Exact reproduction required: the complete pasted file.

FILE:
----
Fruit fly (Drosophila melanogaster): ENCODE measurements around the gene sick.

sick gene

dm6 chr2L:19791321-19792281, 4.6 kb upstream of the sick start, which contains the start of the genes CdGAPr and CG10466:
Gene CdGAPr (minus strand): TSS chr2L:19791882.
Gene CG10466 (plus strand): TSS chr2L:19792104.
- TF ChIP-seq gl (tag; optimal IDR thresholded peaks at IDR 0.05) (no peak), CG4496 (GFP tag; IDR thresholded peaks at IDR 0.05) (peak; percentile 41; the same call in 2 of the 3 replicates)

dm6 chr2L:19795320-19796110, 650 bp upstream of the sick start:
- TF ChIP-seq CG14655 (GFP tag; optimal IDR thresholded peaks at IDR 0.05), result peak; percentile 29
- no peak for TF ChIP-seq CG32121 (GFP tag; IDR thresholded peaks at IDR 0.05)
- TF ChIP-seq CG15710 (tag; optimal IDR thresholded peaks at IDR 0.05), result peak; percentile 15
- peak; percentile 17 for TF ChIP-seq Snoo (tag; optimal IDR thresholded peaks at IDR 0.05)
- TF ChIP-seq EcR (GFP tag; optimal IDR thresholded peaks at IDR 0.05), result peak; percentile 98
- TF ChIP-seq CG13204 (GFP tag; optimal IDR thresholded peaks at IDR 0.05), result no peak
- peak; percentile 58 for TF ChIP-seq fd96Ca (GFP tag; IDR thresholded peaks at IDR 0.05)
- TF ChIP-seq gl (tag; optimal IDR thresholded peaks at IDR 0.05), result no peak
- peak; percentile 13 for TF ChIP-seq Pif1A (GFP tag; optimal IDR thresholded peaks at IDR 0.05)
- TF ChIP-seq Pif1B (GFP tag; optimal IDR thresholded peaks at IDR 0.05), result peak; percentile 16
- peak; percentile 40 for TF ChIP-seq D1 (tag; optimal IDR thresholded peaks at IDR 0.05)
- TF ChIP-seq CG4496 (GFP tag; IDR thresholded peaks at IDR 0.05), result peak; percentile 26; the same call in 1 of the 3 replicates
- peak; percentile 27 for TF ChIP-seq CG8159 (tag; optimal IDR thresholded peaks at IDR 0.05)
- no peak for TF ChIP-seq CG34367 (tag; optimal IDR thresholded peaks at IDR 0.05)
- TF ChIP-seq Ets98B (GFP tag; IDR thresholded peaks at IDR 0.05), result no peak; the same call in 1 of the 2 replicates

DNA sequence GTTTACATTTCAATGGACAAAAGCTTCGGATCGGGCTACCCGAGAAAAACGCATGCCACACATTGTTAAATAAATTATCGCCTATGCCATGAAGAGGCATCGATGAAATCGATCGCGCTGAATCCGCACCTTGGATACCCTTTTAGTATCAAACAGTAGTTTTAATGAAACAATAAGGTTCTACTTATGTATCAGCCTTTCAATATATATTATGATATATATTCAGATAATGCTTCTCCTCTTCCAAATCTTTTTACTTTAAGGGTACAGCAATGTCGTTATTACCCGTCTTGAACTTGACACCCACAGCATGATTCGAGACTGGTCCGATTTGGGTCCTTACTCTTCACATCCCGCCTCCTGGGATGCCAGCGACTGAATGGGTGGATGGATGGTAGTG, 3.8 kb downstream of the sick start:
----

Fruit fly (Drosophila melanogaster): ENCODE measurements around the gene sick.

sick gene

dm6 chr2L:19791321-19792281, 4.6 kb upstream of the sick start, which contains the start of the genes CdGAPr and CG10466:
Gene CdGAPr (minus strand): TSS chr2L:19791882.
Gene CG10466 (plus strand): TSS chr2L:19792104.
- TF ChIP-seq gl (tag; optimal IDR thresholded peaks at IDR 0.05) (no peak), CG4496 (GFP tag; IDR thresholded peaks at IDR 0.05) (peak; percentile 41; the same call in 2 of the 3 replicates)

dm6 chr2L:19795320-19796110, 650 bp upstream of the sick start:
- TF ChIP-seq CG14655 (GFP tag; optimal IDR thresholded peaks at IDR 0.05), result peak; percentile 29
- no peak for TF ChIP-seq CG32121 (GFP tag; IDR thresholded peaks at IDR 0.05)
- TF ChIP-seq CG15710 (tag; optimal IDR thresholded peaks at IDR 0.05), result peak; percentile 15
- peak; percentile 17 for TF ChIP-seq Snoo (tag; optimal IDR thresholded peaks at IDR 0.05)
- TF ChIP-seq EcR (GFP tag; optimal IDR thresholded peaks at IDR 0.05), result peak; percentile 98
- TF ChIP-seq CG13204 (GFP tag; optimal IDR thresholded peaks at IDR 0.05), result no peak
- peak; percentile 58 for TF ChIP-seq fd96Ca (GFP tag; IDR thresholded peaks at IDR 0.05)
- TF ChIP-seq gl (tag; optimal IDR thresholded peaks at IDR 0.05), result no peak
- peak; percentile 13 for TF ChIP-seq Pif1A (GFP tag; optimal IDR thresholded peaks at IDR 0.05)
- TF ChIP-seq Pif1B (GFP tag; optimal IDR thresholded peaks at IDR 0.05), result peak; percentile 16
- peak; percentile 40 for TF ChIP-seq D1 (tag; optimal IDR thresholded peaks at IDR 0.05)
- TF ChIP-seq CG4496 (GFP tag; IDR thresholded peaks at IDR 0.05), result peak; percentile 26; the same call in 1 of the 3 replicates
- peak; percentile 27 for TF ChIP-seq CG8159 (tag; optimal IDR thresholded peaks at IDR 0.05)
- no peak for TF ChIP-seq CG34367 (tag; optimal IDR thresholded peaks at IDR 0.05)
- TF ChIP-seq Ets98B (GFP tag; IDR thresholded peaks at IDR 0.05), result no peak; the same call in 1 of the 2 replicates

DNA sequence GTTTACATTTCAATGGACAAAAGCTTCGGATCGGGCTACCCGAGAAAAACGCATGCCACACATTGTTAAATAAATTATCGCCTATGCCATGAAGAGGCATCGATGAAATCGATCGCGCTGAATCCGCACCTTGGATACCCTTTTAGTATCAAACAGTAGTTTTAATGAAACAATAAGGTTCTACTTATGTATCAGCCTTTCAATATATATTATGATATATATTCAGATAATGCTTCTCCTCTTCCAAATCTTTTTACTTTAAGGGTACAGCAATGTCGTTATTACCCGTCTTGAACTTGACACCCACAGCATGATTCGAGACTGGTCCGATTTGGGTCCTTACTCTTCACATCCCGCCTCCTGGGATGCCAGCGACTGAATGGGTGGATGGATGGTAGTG, 3.8 kb downstream of the sick start: